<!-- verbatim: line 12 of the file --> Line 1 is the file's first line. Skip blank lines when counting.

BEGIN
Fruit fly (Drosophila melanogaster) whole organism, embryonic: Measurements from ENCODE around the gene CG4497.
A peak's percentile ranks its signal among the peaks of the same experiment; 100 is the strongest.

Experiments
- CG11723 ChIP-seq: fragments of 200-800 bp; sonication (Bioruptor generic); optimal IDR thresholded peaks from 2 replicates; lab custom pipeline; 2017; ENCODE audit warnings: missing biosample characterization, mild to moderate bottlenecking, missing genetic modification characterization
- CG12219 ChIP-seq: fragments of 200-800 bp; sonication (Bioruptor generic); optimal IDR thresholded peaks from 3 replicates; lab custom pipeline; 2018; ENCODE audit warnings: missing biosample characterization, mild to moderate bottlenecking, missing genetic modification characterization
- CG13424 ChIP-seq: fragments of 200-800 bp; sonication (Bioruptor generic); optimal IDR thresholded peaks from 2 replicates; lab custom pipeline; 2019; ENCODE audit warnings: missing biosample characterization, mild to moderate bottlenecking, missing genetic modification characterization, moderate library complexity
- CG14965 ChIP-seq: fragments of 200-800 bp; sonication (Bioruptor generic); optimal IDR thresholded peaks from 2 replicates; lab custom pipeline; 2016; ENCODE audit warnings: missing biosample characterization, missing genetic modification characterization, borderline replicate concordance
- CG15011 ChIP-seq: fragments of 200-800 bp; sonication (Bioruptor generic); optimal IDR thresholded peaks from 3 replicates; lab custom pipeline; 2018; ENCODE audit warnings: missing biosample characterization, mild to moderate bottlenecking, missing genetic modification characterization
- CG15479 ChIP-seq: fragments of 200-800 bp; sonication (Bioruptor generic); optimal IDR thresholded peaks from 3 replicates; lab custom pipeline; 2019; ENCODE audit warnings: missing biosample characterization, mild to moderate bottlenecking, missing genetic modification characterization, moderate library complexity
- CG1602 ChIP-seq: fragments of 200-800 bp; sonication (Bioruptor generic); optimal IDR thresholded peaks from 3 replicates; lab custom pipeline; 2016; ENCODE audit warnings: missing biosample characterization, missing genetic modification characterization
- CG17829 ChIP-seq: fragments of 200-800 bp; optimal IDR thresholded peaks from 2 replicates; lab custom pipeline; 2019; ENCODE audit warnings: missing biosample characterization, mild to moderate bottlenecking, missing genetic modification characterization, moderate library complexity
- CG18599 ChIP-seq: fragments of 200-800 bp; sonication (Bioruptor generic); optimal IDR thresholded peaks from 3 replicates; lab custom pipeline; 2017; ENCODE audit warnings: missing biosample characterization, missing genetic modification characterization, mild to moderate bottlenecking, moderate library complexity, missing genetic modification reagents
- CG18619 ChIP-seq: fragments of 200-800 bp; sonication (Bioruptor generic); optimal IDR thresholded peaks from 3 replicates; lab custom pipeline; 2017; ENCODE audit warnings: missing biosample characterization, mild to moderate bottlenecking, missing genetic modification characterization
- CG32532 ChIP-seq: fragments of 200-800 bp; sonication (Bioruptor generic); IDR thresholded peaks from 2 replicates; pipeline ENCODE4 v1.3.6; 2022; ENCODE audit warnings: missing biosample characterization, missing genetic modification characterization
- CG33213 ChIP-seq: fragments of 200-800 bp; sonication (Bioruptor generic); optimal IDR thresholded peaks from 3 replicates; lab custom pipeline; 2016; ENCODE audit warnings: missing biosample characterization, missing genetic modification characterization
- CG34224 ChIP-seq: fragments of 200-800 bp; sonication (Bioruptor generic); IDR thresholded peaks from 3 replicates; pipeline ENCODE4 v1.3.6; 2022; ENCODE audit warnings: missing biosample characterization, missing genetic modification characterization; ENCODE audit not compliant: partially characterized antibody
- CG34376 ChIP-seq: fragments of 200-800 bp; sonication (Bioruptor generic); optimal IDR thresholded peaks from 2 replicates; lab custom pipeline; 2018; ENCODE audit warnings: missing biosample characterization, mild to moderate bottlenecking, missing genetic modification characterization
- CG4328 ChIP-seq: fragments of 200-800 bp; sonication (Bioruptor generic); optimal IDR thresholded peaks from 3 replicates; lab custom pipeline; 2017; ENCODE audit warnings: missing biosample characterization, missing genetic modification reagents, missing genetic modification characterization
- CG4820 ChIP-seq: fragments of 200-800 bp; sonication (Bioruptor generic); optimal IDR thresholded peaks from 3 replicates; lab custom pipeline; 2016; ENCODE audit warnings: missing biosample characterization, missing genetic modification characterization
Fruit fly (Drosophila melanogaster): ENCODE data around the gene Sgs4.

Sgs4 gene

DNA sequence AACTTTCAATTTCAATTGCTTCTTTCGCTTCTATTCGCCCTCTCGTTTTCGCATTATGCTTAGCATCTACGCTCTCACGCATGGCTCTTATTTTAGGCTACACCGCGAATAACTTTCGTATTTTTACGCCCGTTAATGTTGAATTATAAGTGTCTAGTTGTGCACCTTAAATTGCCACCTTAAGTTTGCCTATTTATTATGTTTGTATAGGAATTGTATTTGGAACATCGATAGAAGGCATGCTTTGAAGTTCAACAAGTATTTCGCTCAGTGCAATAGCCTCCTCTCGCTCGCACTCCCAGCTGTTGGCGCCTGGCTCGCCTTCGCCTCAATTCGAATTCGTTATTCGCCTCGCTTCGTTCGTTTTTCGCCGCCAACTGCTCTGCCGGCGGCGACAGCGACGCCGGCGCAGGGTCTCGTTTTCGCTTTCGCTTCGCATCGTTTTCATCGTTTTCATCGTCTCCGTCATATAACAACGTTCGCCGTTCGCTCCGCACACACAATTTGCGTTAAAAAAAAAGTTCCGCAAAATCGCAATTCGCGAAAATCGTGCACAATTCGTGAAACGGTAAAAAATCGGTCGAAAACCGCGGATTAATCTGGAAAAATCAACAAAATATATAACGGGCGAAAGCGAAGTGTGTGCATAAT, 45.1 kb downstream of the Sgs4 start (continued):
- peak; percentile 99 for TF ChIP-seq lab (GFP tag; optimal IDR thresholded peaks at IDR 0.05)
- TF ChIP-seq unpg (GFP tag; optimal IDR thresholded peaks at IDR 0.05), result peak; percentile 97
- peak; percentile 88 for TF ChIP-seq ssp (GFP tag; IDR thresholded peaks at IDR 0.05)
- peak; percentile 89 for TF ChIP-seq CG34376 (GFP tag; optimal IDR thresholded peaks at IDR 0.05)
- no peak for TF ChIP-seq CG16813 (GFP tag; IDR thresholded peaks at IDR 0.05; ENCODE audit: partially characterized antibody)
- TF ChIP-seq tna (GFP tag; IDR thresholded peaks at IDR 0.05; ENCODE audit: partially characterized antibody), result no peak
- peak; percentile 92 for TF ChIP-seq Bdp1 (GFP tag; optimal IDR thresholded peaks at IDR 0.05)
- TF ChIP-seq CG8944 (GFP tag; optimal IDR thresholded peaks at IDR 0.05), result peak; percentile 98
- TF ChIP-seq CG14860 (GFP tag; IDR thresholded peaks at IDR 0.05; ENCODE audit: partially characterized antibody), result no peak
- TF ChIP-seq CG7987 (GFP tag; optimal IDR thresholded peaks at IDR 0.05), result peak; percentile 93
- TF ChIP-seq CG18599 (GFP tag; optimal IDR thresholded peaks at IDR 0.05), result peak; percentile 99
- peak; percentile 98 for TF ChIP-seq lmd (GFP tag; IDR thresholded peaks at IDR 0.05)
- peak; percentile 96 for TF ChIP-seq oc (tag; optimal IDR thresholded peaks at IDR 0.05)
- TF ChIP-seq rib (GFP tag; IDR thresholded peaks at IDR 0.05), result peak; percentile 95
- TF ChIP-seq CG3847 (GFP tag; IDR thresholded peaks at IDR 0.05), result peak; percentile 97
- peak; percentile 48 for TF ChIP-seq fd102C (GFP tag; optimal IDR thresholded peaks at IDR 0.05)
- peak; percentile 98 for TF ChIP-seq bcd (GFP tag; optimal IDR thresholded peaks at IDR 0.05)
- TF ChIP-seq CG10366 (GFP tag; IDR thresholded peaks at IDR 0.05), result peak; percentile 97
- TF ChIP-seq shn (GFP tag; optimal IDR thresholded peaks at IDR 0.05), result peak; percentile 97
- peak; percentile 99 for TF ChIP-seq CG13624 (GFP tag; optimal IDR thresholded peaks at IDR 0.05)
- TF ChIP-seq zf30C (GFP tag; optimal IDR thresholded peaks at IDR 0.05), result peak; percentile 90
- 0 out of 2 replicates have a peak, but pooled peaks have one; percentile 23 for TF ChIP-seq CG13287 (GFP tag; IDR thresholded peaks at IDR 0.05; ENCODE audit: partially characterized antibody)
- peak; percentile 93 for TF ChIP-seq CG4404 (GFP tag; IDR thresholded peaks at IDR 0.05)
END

- CG18599 ChIP-seq: fragments of 200-800 bp; sonication (Bioruptor generic); optimal IDR thresholded peaks from 3 replicates; lab custom pipeline; 2017; ENCODE audit warnings: missing biosample characterization, missing genetic modification characterization, mild to moderate bottlenecking, moderate library complexity, missing genetic modification reagents